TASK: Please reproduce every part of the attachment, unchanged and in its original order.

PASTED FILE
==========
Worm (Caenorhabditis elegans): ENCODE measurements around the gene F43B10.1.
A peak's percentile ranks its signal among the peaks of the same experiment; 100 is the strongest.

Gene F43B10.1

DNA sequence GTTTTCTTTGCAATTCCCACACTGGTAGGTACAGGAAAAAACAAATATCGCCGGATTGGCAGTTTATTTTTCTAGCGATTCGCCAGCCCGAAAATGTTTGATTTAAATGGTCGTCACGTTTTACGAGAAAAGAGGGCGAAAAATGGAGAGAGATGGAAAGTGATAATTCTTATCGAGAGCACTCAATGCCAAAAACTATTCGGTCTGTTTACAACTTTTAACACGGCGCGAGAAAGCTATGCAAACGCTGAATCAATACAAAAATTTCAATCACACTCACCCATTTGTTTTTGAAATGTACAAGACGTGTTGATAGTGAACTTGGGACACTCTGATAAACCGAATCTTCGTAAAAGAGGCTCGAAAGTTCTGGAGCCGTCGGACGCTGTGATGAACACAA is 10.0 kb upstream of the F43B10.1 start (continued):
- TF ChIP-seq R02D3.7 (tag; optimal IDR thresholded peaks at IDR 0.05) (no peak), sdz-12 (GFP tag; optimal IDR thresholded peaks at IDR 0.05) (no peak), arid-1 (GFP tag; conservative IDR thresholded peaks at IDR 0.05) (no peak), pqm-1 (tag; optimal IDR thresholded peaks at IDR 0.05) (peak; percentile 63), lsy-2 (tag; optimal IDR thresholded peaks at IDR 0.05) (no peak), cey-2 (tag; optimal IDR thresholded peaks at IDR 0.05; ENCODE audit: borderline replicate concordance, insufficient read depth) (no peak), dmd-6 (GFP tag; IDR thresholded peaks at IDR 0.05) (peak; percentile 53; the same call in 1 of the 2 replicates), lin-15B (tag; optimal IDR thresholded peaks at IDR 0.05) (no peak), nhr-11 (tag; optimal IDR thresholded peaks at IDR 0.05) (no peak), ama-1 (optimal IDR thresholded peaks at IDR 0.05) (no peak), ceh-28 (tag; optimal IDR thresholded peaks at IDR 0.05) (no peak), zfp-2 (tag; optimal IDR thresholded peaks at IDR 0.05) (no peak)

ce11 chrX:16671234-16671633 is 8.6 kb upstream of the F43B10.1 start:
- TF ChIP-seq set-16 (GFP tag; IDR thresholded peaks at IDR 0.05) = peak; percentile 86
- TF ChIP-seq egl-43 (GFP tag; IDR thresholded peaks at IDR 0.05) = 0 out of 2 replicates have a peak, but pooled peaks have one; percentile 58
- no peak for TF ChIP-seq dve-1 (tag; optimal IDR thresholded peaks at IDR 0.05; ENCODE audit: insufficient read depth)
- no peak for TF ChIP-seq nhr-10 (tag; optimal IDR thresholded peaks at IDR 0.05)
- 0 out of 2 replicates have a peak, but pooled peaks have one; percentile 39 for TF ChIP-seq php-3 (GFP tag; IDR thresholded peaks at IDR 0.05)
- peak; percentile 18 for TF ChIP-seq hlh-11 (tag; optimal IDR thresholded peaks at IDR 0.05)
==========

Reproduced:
Worm (Caenorhabditis elegans): ENCODE measurements around the gene F43B10.1.
A peak's percentile ranks its signal among the peaks of the same experiment; 100 is the strongest.

Gene F43B10.1

DNA sequence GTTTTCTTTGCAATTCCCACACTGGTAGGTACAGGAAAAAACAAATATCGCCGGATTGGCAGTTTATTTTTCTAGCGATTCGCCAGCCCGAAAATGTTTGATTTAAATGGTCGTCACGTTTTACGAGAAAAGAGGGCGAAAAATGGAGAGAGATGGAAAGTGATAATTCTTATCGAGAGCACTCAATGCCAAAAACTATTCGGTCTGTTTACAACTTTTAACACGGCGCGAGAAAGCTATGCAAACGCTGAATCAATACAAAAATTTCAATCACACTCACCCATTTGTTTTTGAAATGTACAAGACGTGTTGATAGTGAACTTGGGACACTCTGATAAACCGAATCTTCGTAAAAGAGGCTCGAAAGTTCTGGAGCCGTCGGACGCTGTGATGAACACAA is 10.0 kb upstream of the F43B10.1 start (continued):
- TF ChIP-seq R02D3.7 (tag; optimal IDR thresholded peaks at IDR 0.05) (no peak), sdz-12 (GFP tag; optimal IDR thresholded peaks at IDR 0.05) (no peak), arid-1 (GFP tag; conservative IDR thresholded peaks at IDR 0.05) (no peak), pqm-1 (tag; optimal IDR thresholded peaks at IDR 0.05) (peak; percentile 63), lsy-2 (tag; optimal IDR thresholded peaks at IDR 0.05) (no peak), cey-2 (tag; optimal IDR thresholded peaks at IDR 0.05; ENCODE audit: borderline replicate concordance, insufficient read depth) (no peak), dmd-6 (GFP tag; IDR thresholded peaks at IDR 0.05) (peak; percentile 53; the same call in 1 of the 2 replicates), lin-15B (tag; optimal IDR thresholded peaks at IDR 0.05) (no peak), nhr-11 (tag; optimal IDR thresholded peaks at IDR 0.05) (no peak), ama-1 (optimal IDR thresholded peaks at IDR 0.05) (no peak), ceh-28 (tag; optimal IDR thresholded peaks at IDR 0.05) (no peak), zfp-2 (tag; optimal IDR thresholded peaks at IDR 0.05) (no peak)

ce11 chrX:16671234-16671633 is 8.6 kb upstream of the F43B10.1 start:
- TF ChIP-seq set-16 (GFP tag; IDR thresholded peaks at IDR 0.05) = peak; percentile 86
- TF ChIP-seq egl-43 (GFP tag; IDR thresholded peaks at IDR 0.05) = 0 out of 2 replicates have a peak, but pooled peaks have one; percentile 58
- no peak for TF ChIP-seq dve-1 (tag; optimal IDR thresholded peaks at IDR 0.05; ENCODE audit: insufficient read depth)
- no peak for TF ChIP-seq nhr-10 (tag; optimal IDR thresholded peaks at IDR 0.05)
- 0 out of 2 replicates have a peak, but pooled peaks have one; percentile 39 for TF ChIP-seq php-3 (GFP tag; IDR thresholded peaks at IDR 0.05)
- peak; percentile 18 for TF ChIP-seq hlh-11 (tag; optimal IDR thresholded peaks at IDR 0.05)